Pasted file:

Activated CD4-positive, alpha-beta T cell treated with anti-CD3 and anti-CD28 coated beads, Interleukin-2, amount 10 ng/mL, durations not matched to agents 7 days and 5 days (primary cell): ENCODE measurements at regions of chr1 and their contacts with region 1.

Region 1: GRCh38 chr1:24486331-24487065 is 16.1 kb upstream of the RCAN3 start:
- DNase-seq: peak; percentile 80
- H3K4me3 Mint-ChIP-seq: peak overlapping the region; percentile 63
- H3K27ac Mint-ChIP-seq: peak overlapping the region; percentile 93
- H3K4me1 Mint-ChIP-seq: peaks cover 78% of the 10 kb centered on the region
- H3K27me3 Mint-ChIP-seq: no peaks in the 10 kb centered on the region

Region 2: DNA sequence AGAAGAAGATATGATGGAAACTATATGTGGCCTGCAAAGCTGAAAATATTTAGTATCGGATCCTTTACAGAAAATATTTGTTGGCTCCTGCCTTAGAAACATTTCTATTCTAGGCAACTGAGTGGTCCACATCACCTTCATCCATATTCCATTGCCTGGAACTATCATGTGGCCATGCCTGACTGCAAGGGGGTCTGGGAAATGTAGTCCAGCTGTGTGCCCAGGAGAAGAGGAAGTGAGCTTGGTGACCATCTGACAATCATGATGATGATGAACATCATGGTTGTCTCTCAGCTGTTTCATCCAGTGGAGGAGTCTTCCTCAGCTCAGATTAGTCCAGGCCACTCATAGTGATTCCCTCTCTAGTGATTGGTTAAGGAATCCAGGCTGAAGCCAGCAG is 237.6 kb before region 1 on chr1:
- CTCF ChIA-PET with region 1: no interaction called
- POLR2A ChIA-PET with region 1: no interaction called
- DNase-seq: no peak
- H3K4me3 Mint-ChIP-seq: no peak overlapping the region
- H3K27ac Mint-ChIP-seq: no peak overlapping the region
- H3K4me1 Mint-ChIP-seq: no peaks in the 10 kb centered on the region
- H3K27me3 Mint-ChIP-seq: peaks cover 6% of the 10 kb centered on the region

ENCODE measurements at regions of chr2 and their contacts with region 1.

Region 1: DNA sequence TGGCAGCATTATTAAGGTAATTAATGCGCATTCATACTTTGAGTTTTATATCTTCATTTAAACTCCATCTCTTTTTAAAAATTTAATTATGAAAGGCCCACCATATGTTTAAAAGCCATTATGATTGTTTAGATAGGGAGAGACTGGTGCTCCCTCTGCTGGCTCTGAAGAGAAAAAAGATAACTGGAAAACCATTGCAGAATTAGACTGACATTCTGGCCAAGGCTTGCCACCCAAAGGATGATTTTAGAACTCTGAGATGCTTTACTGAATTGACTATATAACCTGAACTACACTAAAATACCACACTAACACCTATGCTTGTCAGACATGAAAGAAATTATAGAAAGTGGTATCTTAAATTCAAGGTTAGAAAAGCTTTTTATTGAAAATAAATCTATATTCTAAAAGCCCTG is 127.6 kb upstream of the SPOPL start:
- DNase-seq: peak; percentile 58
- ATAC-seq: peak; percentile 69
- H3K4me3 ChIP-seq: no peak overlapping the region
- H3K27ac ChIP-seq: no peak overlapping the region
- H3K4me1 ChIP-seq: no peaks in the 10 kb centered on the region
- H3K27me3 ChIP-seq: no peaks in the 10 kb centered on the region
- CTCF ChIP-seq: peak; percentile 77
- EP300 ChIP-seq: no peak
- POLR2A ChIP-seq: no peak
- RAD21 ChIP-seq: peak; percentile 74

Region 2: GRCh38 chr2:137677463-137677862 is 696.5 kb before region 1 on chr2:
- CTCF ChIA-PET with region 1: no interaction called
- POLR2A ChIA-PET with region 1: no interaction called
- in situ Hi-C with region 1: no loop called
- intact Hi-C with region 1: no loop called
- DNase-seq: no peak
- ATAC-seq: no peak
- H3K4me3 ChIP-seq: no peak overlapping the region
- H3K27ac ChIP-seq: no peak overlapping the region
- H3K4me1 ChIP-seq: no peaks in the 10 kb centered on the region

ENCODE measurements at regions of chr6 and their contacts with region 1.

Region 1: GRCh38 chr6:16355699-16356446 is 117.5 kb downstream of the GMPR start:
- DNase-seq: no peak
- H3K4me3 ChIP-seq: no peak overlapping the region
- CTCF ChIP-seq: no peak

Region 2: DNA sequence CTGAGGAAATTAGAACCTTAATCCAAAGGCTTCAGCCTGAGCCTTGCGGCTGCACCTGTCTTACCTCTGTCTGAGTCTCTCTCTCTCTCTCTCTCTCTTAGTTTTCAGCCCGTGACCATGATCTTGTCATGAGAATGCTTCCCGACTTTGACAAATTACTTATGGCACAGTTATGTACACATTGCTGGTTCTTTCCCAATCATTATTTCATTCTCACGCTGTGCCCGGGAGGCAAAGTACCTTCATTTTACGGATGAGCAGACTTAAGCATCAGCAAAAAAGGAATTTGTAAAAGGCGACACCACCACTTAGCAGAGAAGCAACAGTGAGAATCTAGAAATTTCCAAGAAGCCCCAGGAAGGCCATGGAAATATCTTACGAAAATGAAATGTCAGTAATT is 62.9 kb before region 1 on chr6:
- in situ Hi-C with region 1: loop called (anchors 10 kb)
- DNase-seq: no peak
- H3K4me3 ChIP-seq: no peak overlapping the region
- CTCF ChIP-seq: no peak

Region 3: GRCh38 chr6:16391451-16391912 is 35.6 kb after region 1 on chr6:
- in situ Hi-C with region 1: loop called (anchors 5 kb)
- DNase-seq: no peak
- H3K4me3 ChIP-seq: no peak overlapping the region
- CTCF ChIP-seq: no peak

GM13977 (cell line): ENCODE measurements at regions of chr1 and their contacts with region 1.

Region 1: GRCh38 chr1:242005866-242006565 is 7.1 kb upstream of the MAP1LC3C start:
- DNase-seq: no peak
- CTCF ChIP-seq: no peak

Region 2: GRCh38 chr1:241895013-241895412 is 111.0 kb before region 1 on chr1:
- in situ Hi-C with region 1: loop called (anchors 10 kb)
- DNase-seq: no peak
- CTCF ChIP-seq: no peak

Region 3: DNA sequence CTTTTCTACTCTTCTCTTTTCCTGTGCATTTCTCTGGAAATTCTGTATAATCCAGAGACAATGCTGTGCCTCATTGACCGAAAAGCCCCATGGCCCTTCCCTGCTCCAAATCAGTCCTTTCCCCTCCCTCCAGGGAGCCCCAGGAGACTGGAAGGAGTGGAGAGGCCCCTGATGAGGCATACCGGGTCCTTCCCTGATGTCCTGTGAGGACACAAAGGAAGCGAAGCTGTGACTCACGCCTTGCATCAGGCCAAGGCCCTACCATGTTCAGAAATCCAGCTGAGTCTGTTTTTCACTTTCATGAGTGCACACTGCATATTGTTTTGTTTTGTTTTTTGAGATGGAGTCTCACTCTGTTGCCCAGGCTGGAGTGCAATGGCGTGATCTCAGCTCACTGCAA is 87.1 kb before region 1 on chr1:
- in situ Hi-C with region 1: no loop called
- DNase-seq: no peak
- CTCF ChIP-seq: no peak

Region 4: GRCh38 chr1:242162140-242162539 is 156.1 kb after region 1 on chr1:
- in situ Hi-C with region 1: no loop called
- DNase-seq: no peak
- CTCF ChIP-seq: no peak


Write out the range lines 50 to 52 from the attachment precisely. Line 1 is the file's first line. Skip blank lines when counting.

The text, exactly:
- DNase-seq: no peak
- H3K4me3 ChIP-seq: no peak overlapping the region
- CTCF ChIP-seq: no peak